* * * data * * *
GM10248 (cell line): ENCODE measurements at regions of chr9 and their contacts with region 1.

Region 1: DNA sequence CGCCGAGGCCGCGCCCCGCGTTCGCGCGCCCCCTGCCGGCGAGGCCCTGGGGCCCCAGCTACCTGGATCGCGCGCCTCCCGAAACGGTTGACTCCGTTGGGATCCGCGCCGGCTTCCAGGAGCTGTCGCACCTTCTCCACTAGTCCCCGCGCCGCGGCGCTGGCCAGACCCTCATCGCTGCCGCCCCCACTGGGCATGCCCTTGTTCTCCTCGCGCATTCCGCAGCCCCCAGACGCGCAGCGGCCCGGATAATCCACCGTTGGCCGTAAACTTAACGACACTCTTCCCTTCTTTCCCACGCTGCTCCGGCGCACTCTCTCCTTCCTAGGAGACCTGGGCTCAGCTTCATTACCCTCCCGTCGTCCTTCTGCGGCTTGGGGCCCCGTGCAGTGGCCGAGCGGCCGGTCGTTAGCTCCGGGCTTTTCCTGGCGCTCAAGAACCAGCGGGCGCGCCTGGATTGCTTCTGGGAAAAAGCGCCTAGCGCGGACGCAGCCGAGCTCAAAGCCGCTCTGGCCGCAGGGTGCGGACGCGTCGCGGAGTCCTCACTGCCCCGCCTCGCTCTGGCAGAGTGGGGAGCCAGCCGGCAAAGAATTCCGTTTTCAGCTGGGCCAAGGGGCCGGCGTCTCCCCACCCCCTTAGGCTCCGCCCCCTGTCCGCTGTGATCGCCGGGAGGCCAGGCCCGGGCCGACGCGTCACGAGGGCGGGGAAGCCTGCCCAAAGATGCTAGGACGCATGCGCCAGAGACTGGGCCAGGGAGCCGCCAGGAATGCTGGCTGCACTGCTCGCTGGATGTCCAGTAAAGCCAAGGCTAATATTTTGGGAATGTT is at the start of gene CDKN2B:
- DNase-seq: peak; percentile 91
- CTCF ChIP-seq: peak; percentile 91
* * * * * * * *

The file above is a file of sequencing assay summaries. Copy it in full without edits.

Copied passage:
GM10248 (cell line): ENCODE measurements at regions of chr9 and their contacts with region 1.

Region 1: DNA sequence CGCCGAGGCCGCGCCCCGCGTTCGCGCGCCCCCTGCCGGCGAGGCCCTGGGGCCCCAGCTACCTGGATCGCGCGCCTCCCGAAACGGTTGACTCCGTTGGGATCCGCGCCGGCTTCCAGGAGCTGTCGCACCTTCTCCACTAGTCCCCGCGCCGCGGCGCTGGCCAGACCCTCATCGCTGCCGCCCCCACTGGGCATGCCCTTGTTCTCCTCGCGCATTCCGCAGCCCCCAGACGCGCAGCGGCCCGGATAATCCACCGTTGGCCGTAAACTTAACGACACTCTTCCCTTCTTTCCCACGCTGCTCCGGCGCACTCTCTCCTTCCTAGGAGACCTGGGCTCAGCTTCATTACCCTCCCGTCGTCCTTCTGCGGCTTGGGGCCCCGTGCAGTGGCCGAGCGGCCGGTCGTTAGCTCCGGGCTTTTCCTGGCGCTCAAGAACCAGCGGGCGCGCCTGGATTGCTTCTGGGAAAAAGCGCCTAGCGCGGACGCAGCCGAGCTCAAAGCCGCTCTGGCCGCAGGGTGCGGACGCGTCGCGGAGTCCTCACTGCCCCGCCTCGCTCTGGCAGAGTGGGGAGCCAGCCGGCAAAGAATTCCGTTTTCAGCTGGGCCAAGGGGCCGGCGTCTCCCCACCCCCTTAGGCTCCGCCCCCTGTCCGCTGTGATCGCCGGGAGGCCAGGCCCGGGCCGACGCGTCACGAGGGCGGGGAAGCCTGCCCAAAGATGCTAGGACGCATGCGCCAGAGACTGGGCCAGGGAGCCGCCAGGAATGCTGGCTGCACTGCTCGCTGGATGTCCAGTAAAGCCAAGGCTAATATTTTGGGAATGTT is at the start of gene CDKN2B:
- DNase-seq: peak; percentile 91
- CTCF ChIP-seq: peak; percentile 91